Assistant English instructor Rachel Mazique is the only deaf member in the English department and she utilizes two interpreters who voice for her during her class. As Miss Deaf America, she said she uses her title to raise awareness about the deaf community and their unlimited capabilities.
Miss Deaf America, ambassador for the National Association of the Deaf (NAD), discussed her experiences with the organization, deaf culture and deaf advocacy during a coffee style chat Tuesday in the Student Services Building.
Services for Students with Disabilities at the University of Texas hosted Mazique as the first in a series of events to acknowledge of Disability Awareness Month.
The goal is to expose people to NAD and explain how the organization works to promote advocacy for the rights of deaf and hard of hearing people in the U.S., Mazique said.
“Ninety percent of deaf children are born to hearing parents, so there is often that lack of exposure to someone the same as themselves,” said coordinator of the event, Lauren M.B. Kinast, who is herself hard-of-hearing. “So as someone being in this capacity, [Mazique] can really raise awareness of being a role model in the community.”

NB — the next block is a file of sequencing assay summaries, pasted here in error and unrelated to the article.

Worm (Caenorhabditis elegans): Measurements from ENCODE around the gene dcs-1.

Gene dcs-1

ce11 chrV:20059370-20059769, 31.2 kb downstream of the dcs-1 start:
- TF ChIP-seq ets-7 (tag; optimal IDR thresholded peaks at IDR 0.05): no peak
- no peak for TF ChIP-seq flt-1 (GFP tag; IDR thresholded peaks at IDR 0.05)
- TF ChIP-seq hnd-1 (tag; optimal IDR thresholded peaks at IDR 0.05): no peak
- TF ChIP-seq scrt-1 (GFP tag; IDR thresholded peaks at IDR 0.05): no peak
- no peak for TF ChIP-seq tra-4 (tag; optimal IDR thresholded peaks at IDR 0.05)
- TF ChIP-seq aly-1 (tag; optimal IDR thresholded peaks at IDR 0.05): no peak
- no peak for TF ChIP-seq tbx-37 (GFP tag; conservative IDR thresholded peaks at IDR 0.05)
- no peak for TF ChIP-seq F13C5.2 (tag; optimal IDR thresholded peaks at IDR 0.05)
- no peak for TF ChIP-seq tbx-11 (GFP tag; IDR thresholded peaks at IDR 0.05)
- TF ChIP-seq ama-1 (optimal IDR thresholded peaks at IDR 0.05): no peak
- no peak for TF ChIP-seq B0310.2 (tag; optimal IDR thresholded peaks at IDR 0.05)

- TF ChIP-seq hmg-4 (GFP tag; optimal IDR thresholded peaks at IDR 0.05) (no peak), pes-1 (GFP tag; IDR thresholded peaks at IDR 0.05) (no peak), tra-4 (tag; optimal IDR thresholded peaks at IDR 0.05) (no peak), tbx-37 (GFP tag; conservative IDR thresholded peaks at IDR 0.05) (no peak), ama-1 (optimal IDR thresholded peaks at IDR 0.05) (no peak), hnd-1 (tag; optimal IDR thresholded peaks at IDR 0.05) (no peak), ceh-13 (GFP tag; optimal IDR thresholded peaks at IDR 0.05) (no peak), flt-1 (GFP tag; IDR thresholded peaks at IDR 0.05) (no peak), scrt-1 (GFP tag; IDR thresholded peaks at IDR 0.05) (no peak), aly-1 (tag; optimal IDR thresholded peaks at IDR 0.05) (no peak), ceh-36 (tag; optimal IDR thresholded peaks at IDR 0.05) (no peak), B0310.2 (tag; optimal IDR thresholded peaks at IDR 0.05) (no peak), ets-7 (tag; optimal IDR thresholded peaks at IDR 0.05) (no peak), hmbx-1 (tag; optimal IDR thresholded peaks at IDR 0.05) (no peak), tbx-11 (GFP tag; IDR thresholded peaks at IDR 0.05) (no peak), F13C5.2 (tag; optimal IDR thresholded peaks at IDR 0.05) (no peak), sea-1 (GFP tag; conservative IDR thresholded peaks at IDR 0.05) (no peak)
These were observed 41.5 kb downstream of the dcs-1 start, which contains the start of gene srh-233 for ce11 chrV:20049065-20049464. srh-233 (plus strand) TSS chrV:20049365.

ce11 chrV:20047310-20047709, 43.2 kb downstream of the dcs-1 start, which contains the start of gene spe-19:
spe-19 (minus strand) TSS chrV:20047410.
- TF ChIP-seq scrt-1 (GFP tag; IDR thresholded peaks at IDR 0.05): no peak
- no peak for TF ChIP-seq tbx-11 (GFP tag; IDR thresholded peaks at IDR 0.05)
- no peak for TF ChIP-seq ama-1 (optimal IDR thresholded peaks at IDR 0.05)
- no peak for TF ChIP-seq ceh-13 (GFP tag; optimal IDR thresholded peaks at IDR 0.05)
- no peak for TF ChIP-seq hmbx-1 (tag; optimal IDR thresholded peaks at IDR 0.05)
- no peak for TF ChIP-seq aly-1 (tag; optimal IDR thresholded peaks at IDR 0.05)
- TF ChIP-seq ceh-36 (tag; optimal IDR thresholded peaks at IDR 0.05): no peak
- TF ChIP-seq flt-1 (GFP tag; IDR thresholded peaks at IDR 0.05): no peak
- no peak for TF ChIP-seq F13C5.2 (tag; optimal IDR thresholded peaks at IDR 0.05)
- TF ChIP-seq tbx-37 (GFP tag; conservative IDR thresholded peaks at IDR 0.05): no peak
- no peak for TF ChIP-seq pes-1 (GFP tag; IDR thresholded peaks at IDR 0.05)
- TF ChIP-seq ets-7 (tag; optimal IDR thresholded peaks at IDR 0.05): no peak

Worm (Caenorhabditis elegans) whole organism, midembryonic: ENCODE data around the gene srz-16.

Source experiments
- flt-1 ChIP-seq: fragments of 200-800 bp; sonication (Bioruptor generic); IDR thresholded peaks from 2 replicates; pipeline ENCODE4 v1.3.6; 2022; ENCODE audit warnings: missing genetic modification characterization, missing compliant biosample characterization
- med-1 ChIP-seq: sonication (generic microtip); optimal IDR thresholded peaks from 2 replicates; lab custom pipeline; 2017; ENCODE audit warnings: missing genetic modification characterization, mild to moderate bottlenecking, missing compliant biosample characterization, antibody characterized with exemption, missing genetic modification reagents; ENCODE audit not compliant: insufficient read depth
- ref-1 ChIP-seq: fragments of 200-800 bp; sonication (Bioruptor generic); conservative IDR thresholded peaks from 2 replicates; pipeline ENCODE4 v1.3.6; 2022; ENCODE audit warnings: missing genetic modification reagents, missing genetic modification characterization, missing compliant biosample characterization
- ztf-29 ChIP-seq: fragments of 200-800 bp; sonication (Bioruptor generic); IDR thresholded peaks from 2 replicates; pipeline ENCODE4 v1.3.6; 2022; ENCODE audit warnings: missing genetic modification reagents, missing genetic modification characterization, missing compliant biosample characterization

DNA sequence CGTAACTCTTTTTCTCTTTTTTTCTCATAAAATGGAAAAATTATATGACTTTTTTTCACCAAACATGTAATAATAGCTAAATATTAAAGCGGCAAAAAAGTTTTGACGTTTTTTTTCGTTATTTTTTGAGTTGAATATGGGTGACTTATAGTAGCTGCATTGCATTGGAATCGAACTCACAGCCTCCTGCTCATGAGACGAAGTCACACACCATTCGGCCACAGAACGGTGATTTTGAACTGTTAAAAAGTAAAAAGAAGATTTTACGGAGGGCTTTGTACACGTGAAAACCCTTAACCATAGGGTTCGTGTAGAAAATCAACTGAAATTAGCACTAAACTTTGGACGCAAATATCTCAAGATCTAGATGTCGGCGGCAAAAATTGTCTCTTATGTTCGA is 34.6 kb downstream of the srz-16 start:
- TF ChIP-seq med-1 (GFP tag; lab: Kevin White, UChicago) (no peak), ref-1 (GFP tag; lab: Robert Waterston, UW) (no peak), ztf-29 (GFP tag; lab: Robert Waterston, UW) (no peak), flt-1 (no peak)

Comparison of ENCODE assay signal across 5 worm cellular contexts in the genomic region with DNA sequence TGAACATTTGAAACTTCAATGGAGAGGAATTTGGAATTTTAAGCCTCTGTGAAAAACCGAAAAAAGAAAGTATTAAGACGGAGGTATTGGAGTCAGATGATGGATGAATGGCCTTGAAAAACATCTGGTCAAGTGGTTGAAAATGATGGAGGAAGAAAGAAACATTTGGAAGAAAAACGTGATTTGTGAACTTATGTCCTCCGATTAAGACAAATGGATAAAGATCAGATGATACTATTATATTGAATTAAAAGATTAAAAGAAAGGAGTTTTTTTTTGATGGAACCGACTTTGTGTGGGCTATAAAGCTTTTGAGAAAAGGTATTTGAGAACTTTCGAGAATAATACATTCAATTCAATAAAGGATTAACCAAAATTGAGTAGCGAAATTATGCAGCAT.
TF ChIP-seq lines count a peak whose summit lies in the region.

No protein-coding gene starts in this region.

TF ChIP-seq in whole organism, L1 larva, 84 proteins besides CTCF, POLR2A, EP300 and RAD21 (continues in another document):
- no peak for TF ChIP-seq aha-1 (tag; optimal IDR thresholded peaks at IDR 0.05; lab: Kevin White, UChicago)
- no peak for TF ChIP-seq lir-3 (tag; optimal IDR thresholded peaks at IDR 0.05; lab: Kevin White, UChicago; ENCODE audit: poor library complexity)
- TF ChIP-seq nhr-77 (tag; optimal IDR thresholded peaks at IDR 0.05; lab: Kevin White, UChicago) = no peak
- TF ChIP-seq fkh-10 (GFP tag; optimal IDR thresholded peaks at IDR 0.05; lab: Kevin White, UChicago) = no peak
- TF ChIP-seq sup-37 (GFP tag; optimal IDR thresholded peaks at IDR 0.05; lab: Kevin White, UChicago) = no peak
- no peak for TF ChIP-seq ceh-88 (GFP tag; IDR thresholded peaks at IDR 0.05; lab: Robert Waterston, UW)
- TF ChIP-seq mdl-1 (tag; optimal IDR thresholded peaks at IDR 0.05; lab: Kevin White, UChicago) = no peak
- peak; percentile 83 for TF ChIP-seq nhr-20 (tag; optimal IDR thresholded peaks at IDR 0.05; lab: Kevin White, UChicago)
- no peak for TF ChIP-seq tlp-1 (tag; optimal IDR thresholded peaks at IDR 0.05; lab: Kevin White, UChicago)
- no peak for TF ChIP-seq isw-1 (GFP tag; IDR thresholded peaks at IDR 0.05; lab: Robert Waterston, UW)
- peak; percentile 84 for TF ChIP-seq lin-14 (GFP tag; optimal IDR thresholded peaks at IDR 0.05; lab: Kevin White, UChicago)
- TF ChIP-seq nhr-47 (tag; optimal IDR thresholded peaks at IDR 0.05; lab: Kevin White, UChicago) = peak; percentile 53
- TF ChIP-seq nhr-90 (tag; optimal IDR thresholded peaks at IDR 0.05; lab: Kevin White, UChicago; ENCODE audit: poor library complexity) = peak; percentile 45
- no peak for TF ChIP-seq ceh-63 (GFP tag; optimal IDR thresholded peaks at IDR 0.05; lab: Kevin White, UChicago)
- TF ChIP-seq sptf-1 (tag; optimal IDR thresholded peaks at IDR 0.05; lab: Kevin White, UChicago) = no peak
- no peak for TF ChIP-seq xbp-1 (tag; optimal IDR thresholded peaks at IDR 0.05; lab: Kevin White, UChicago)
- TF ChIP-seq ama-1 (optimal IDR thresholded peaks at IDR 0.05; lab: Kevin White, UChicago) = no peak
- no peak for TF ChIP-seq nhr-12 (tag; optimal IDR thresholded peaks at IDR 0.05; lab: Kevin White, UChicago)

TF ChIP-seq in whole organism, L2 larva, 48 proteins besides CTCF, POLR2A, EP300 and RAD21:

Mazique is an example of breaking the glass ceiling of incorporating a person with a disability into a teaching role at the university level, Kinast said.
“Often times, we’re under the notion that [the deaf and hard-of-hearing] have to teach at a university for the deaf, and why should we be limited to that?” Kinast asked. “Why not teach at any university with the understanding that we’d have to have interpreters?”
Until recently, University funding was not provided to faculty and staff for interpreter services and was left up to the individual departments to provide, said Linda Millstone, associate vice president for the Institutional Equity.
As the Americans with Disabilities Act coordinator for UT, Millstone said she looks at disability issues as a whole, and argued that faculty and staff are employees of UT and should receive centralized funding and the individual departments shouldn’t have to pay for interpreter services.
“This happened during the time when the University was looking at finances and central allocations underscore the University’s commitment to persons with disabilities,” Millstone said.
Now that Mazique is in a teaching position, Kinast hopes that it will open the door for other departments to consider bringing on other deaf and hard-of-hearing faculty.
“[Raising awareness] makes for a better human interaction,” Mazique said. “It helps to make people realize that being deaf is not just a lack of something, but it’s a cultural thing with a language, history, tradition, heritage. It’s a way of being.”
Printed on October 5, 2011 as: Deaf instructor raises awareness